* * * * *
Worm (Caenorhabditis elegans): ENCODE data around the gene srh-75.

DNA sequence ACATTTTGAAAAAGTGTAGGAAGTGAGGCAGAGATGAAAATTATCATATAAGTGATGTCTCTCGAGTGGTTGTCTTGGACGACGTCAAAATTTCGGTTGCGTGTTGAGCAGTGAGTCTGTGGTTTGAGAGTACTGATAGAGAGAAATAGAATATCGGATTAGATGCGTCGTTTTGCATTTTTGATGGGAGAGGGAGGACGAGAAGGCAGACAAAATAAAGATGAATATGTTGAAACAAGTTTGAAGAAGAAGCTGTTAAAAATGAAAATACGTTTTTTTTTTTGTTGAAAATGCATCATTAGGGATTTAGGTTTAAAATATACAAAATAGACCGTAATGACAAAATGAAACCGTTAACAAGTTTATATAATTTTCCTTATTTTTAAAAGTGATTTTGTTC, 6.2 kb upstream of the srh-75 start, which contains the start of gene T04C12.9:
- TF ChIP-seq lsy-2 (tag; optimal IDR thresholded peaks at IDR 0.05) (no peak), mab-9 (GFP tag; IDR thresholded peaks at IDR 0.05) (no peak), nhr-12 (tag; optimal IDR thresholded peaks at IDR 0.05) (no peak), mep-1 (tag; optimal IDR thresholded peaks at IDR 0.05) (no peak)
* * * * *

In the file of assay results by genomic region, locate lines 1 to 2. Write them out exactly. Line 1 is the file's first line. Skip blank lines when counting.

Worm (Caenorhabditis elegans): ENCODE data around the gene srh-75.

DNA sequence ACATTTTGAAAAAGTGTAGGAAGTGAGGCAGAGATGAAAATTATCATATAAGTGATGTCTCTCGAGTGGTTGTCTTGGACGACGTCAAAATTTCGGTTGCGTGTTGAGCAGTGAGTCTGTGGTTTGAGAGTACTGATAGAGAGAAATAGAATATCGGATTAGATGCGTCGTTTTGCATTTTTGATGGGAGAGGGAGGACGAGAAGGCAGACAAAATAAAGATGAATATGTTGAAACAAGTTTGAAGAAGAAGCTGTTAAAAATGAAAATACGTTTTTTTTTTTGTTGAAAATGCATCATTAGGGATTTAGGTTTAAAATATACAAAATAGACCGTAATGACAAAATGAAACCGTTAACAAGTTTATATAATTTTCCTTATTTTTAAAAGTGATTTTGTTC, 6.2 kb upstream of the srh-75 start, which contains the start of gene T04C12.9: